17-May-2017 Newark Housing Authority Motivated to provide vital education, recreation and training services to the underserved citizenry of Newark, New Jersey, the Newark Housing Authority aspired to design a facility that would be a social collector; a place where neighbors could gather, exercise, and receive training to improve their chances for gainful employment in a rapidly transforming digital-based economy. TREC (training, recreation, education center) is a community center set between an industrial and residential zone that houses vital services for a community that has few too institutions in its neighborhood. The building’s triangular form results from the shifted urban grid where it meets Weequahic Park, an Olmsted-designed landscape set within the south ward of Newark. Inspired by the shift in the urban grid, the building’s expression is two slipping triangular forms set side by side. One triangle is solid and contains recreation, fitness and meditation spaces. One triangle is transparent and contains education and community meeting spaces. Its transparency conveys a sense of welcome and openness in the community. The luminous container is a beacon of hope and a pleasant place to gather, learn and play. Its bespoke design and full height windows, set largely within a window-starved community of public housing, allow passersby to witness the energy and rich roster of activities housed within and know that a substantive investment has been made in their future. This modest architectural urban intervention reinvents its neighborhood, reinvigorates its citizenry, and ultimately changes their future by providing them access to the programs and tools they need to succeed in a building that engenders productivity, connectedness and positive change.
17-Apr-2017 The City of Newark has long struggled to come back from the brink since losing its industrial base in the 1950s, which resulted in decreased city revenue, increased unemployment, deplorable housing conditions and ultimately fueled the 1967 riots. Since that time, the city has attempted several “comebacks” floating a host of broad-brush proposals for renewal many of which failed. Today cities are trying a different tact, finding seeds of hope and renewal in incremental rather than sweeping-change, embarking on small scaled, targeted projects led by architects capable of bringing to these ‘wicked problems’ fresh ideas and innovative approaches in the hope of jumpstarting communities in need. Along these lines, the Newark Housing Authority commissioned ikon.5 architects, a New Jersey-based design practice, known for a body of award-winning cultural and education projects across the US, to design a community center in one the City’s more impoverished and challenging neighborhoods. Called the TREC, the Training Recreation and Education Center is a modest facility born of big aspirations. Opened in January 2017, it’s unlike any project the Housing Authority has ever built before. And that’s by design. In hiring ikon.5, the City was looking for a building that “dared to be different”, something unlike the stereotypical image of a community center built by a city agency. Through the building’s ‘uniqueness’ and “otherness” the City sought to send a message to the residents that it cared about them and that it was making a substantive investment in their future.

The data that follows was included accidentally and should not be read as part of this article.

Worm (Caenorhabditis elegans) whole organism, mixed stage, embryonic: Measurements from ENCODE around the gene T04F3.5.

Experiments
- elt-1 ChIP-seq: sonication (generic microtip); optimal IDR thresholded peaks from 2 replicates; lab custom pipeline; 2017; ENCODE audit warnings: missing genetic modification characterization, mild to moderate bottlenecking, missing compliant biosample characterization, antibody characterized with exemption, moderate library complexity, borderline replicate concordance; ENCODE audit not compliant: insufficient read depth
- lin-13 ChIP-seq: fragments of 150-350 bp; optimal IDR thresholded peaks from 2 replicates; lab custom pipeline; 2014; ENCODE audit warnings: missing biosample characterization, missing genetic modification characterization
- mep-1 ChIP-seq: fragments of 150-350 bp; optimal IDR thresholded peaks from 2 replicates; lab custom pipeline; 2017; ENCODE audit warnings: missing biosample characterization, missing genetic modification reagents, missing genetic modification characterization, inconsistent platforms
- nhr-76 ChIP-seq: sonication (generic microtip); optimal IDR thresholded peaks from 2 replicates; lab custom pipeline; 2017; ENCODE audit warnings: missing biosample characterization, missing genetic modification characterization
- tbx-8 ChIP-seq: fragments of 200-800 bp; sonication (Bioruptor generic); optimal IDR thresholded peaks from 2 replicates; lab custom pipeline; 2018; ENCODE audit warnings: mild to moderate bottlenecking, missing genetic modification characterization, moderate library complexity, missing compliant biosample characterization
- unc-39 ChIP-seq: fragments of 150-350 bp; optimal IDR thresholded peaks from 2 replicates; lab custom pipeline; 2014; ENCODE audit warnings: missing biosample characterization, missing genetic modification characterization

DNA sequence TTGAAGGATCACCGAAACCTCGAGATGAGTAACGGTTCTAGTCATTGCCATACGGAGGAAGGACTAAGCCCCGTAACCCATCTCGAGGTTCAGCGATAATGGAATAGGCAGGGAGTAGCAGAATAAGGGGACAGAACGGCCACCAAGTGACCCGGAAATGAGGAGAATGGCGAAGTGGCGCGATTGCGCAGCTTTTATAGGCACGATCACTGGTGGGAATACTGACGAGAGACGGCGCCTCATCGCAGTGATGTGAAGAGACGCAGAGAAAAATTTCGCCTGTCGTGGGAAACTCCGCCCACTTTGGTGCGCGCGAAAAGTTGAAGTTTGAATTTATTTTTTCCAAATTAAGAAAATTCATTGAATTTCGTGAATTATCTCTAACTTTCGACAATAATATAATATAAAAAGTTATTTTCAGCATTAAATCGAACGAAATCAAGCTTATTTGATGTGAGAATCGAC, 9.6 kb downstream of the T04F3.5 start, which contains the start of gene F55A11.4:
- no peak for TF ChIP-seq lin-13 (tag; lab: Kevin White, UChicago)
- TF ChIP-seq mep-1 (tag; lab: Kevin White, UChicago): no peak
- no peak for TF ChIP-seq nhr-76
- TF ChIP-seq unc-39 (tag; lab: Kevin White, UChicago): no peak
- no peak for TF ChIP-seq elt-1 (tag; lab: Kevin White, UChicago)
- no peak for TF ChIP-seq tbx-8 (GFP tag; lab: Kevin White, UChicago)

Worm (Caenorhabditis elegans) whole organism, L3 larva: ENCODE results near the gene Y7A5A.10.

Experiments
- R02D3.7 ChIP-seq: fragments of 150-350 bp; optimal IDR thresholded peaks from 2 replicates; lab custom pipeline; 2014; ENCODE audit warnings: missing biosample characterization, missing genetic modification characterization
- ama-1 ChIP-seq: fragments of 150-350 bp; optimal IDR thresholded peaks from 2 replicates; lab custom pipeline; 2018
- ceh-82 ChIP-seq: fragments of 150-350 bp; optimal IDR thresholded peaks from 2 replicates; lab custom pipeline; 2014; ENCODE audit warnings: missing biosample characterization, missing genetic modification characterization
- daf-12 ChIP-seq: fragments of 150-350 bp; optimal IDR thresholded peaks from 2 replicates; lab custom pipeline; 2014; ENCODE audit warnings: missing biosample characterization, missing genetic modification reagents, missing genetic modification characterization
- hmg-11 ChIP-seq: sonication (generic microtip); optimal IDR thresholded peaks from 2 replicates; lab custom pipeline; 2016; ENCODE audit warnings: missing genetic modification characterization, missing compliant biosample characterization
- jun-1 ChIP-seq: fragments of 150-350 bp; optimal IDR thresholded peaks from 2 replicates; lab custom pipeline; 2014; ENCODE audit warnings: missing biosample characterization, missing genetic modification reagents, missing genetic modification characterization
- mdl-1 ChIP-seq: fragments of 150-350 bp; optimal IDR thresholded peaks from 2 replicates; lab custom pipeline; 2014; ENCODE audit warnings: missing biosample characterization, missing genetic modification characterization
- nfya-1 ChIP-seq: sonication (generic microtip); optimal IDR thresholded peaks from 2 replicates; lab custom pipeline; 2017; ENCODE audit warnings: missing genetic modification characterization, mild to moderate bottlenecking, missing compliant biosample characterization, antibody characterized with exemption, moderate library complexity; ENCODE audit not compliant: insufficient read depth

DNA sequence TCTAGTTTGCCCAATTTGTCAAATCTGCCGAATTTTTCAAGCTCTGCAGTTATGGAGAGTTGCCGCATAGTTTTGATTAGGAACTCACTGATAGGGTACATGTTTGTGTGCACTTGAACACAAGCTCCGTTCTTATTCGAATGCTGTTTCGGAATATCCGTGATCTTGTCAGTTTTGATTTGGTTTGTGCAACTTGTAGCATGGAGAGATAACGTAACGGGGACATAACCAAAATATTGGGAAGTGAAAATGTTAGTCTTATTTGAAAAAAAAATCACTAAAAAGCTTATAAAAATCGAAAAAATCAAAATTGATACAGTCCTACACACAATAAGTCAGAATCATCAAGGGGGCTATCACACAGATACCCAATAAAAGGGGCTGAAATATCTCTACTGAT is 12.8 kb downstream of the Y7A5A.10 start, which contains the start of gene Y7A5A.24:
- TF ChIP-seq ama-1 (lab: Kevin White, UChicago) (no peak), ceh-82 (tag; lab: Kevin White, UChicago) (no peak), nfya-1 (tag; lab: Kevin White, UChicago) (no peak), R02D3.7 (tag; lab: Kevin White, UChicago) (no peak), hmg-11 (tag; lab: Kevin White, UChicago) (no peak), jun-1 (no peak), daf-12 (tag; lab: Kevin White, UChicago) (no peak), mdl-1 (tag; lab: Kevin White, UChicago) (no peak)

Creating an Urban Living Room Located in Newark’s South Ward in a residential neighborhood bordering Weequahic Park, an Olmsted-designed landscape, the TREC provides vital education, training and recreation services to the underserved citizens of Newark. The 24,000-square foot building incorporates computer labs, classrooms, daycare center, fitness center, basketball court and community gathering space. By supporting a rich mix of activities, the facility stands a better chance of staying activated all day long and appealing to a larger population. “We saw this project as the city’s ‘living room’ said Joe Tattoni, FAIA, the lead designer for the project and a principal at ikon.5. We intentionally designed it to have broad appeal”. To beckon the community in, the building is designed with a good bit of transparency to expose its activities to the community and let the residents know what goes on inside. The building’s form, which is that of two slightly shifted wedges that echo the change in the street grid where the site meets the park, employs dissimilar materials to express distinct functions. The opaque volume holds the recreation activities while the transparent volume houses the community functions. A full height glass curtain wall facing the community changes in its appearance depending on the conditions and the time of day, vacillating between being transparent and reflective. In its reflective state, it mirrors the streetscape of houses across the street, a poetic gesture that forges a connection between the center and the community it serves. In addition to glass the principal building materials are steel and stucco. “TREC is a very special project for us”, said Tattoni. “As architects, we have the training, the education, and the moral obligation to help communities grow and thrive in positive ways. So, when this opportunity came along, where there were huge aspirations, lots of good will and the potential to spark meaningful change and to make a difference in the lives of many, we couldn’t wait to get started. It’s not only a big design challenge to make something special when there are modest resources. This is the kind of project that drives us and is in our firm’s DNA.” In 2014 Architect magazine named ikon.5 the “4th best design practice” in the country, based on work that a jury of peer architects characterized as consisting of “clear and elegant solutions harnessing structure, material and light toward singular timeless work on relatively tight budgets.” Projects not unlike the TREC.